5 Simple Ways to Eat More Vegetables Every Day And Improve Your Health

“Eat your vegetables” – every parent has probably said this to their kids (including yours).  

But with a busy lifestyle, how do you actually manage to get the recommended “five a day” servings of fruits and vegetables to improve your health?

Key Takeaways

Some links in this article are affiliate links, which means we earn from qualifying purchases. Learn more.

  • Eating at least five servings of vegetables each day can improve not only your physical health, but your mental health, as well.
  • If you don’t like the taste of vegetables on their own, you can hide them in smoothies, meatloaf, and even dessert, and I’ll give you great recipes for each of these below.
  • Some vegetables provide even more benefits than others, so be sure to check out my list of the top 5 vegetables to eat every day.

Benefits of Eating Vegetables (Based On Science)

Getting at least five servings of vegetables each day can:

Improve eye health

Vegetables, especially dark green leafy vegetables like kale and spinach, are an excellent source of the nutrients lutein and zeaxanthin, which can help to prevent and even treat eye diseases like macular degeneration and cataracts.

Improve digestion

Vegetables help with digestion on at least two fronts.

They contain a special type of sugar called sulfoquinovose, which helps with a healthy gut microbiome by feeding the helpful bacteria in the gut that assist with digesting food

Plus, they are high in fiber, and fiber is also fuel for healthy gut bacteria, and adds bulk to stool to help it pass smoothly through the digestive system. 

Help maintain healthy body weight

Vegetables are not only high in fiber, but they also have a high water content, and this combination of fiber and water means that vegetables have low caloric density, i.e. they provide a small number of calories for a large volume of food. 

This makes them very satiating, allowing people to feel full with fewer calories, which helps in weight management.

Lower blood pressure

The minerals in vegetables, such as potassium, help to lower blood pressure, especially when choosing fresh or frozen vegetables that do not contain added salt or sodium the way that canned varieties can.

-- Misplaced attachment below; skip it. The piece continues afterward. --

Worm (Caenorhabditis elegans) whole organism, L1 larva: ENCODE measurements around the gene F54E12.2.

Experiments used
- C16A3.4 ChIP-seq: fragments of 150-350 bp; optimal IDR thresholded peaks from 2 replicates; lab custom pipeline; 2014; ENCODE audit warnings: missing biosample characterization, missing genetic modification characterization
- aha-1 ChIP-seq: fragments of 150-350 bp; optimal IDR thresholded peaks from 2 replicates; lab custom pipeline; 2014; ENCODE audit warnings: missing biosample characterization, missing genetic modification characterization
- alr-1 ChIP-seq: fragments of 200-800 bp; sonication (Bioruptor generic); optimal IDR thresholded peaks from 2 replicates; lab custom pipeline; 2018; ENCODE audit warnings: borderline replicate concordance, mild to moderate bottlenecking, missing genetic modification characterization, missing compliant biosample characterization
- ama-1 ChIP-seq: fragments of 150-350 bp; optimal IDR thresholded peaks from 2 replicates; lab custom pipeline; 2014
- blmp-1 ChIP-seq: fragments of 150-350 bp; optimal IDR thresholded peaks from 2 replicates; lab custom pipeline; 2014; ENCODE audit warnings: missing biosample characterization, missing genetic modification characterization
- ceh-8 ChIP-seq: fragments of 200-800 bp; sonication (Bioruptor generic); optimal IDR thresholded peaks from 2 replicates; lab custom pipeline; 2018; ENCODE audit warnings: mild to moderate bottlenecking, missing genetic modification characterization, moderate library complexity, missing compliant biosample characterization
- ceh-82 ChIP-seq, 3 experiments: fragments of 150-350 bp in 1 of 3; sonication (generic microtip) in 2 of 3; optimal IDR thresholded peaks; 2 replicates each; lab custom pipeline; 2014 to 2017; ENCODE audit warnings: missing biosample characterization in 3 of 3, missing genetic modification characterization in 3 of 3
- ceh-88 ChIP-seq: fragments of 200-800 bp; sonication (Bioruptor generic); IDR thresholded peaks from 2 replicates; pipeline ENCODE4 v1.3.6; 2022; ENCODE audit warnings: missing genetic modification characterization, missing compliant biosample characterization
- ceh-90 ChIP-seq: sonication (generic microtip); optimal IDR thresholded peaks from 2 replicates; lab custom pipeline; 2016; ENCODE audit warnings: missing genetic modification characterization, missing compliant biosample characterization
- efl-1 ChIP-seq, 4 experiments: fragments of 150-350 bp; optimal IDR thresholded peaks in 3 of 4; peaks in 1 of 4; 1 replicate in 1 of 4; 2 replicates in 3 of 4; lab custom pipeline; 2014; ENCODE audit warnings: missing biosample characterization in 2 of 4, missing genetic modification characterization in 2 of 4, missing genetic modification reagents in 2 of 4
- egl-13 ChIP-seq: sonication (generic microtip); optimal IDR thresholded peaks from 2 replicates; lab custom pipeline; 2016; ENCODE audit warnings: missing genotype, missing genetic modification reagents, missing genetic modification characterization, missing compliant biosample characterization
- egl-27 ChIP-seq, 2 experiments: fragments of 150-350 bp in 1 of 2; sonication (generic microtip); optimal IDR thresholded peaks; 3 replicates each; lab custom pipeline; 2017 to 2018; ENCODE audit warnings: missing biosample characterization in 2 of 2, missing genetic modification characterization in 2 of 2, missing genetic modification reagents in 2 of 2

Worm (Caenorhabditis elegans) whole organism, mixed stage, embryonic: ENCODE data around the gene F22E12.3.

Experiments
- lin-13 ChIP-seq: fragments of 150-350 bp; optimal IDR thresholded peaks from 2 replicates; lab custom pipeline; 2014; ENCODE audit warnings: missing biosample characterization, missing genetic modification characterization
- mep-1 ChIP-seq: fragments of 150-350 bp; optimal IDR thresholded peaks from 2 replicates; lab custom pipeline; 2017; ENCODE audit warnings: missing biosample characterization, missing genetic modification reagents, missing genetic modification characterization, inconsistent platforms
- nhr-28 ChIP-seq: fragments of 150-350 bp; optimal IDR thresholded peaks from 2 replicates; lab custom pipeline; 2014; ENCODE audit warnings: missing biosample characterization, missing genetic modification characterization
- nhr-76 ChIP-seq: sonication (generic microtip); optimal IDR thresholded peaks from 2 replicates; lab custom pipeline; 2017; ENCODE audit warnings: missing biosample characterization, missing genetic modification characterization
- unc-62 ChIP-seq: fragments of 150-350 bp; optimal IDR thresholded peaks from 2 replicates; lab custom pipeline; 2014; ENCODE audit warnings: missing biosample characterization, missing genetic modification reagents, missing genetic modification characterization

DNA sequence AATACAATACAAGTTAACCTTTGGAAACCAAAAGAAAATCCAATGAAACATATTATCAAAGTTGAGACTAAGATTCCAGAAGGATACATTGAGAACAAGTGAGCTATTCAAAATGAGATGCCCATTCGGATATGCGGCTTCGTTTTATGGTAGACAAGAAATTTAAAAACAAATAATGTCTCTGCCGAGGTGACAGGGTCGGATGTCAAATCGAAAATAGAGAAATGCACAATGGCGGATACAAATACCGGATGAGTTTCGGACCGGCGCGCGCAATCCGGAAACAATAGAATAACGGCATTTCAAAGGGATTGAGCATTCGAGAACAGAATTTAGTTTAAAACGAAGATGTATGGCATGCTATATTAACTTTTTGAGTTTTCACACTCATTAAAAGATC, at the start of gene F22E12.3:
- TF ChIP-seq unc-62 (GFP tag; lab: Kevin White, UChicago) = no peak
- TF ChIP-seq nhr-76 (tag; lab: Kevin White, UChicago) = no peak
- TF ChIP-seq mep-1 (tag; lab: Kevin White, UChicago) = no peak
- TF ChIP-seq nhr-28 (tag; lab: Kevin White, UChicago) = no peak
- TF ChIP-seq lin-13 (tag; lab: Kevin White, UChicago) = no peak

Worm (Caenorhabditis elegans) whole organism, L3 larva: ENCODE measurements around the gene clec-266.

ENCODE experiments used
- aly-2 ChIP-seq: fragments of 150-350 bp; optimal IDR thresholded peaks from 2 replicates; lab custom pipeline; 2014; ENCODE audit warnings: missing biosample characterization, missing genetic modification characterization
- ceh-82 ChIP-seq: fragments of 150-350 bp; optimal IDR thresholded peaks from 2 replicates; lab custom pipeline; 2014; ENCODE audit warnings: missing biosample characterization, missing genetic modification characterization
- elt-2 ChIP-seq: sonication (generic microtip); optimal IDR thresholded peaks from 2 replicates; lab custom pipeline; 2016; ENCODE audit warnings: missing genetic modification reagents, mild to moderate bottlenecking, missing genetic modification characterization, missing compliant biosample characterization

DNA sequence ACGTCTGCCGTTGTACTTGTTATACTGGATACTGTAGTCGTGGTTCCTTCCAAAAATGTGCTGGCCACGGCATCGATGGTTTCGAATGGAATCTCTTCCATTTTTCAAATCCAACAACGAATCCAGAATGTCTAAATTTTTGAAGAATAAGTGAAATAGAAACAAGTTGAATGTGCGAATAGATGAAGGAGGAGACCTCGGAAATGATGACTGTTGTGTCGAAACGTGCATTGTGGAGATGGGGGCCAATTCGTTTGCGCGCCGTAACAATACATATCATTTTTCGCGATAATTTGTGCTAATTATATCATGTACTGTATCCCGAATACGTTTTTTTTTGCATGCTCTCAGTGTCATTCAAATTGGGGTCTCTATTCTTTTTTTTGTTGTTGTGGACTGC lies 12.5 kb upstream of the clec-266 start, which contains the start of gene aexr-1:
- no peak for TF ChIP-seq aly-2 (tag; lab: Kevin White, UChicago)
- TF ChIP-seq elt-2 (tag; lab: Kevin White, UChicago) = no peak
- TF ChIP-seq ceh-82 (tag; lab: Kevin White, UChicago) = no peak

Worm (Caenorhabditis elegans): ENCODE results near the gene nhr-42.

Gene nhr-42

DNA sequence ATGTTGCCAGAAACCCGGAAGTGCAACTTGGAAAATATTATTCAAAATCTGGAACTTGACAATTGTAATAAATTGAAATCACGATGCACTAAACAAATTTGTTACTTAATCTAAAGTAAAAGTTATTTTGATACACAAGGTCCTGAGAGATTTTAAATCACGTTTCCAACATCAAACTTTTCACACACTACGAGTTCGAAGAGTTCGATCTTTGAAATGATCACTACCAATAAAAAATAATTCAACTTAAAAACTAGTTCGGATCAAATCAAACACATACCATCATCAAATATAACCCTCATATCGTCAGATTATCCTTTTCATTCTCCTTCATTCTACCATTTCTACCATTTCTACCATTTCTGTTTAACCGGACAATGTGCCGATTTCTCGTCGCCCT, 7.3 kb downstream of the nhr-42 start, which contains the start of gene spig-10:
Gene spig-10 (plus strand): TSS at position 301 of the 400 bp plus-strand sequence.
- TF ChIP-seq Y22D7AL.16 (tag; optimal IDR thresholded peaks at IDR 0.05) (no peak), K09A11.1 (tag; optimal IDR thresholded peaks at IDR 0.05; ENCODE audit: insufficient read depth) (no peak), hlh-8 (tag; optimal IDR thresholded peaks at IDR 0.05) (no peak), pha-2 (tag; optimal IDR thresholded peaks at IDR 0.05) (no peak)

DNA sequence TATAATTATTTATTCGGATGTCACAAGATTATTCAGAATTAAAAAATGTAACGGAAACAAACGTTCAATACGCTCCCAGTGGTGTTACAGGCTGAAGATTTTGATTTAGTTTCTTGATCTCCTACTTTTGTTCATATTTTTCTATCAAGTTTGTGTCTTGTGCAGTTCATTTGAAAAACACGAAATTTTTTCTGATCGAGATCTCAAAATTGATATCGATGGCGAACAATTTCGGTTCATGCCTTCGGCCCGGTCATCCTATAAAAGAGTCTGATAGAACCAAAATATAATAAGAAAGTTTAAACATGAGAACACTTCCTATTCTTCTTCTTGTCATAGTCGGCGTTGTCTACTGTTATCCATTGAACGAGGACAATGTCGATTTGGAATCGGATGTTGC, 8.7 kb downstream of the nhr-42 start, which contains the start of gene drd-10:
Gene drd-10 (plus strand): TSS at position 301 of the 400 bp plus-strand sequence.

Reduce the risk of heart disease and stroke

The “phytochemicals” (plant-based compounds) found in vegetables, such as vitamins, provide antioxidant and anti-inflammatory impacts that are good for heart health

As we saw, the fiber content helps with digestion and satiety for maintaining a healthy weight, and a healthy body weight and healthy blood pressure are key factors for reducing the risk of heart disease and stroke.

Promote good mental health

Beyond all of the physical benefits listed above, studies have also shown that a high intake of vegetables is linked to higher levels of optimism and protects against symptoms of depression.

5 Ways To Eat More Vegetables

Here are my five favorite ways to get five a day:

1.  Eat ‘Em Early

For many of us in North America, vegetables are not usually on the table at breakfast time.  But, there is no reason they shouldn’t be.  

Consider adding a few slices of tomato (technically still a fruit) with your morning toast, or add a handful of mild-tasting baby spinach to your morning omelet for a pop of color and nutrients.

Tomatoes are an excellent source of lycopene, which is an antioxidant that provides the pink-red color to various rosy fruits and vegetables.  Lycopene helps reduce blood pressure and inflammation, and is even linked to better sleep.  

Since lycopene is fat-soluble, be sure to include a fat source such as butter or avocado on that toast.

“Popeye was right about spinach: dark green, leafy vegetables are the world’s healthiest food.  As whole foods go, they offer the most nutrition per calorie.”

– Michael Greger, Founder, NutritionFacts.org

There is a reason that the muscle-bound cartoon character Popeye, with his bulging biceps, was known for eating cans of spinach: spinach is associated with stronger muscles.  Plus, the compounds in spinach also improve heart & eye health, and can reduce the risk of ulcers.

Work your way up to a full serving size at breakfast (about ¾ cup of chopped vegetables or two handfuls of leafy greens), and you’ll be well on your way to five a day.

2.  Get ‘Em Prepped

Let’s face it; washing, peeling, cutting and chopping vegetables is a lot of work, and it’s time-consuming.  A major time-saver is to buy pre-washed, pre-cut vegetables – just open the bag and they’re ready to eat, with no additional prep required.

I like to buy “party trays” – big vegetable platters.  I toss the store-bought dip (usually high in fat and with artificial flavors or preservatives) and make my own with high-protein greek yogurt and fresh or dried herbs for a healthy and flavorful snack that’s ready any time.  

This is the most expensive option, because you’re paying for someone to cut up the vegetables and arrange them in an attractive way, plus the cost of a dip you’re likely not going to eat.  Personally, it’s still worth it for me when I think about the other things I can be doing with the time I save.

I also buy bags of pre-washed salad greens.  All I have to do is add some cooked protein (like rotisserie chicken breast) and a simple homemade dressing of olive oil and vinegar, and I’ve got a meal in minutes.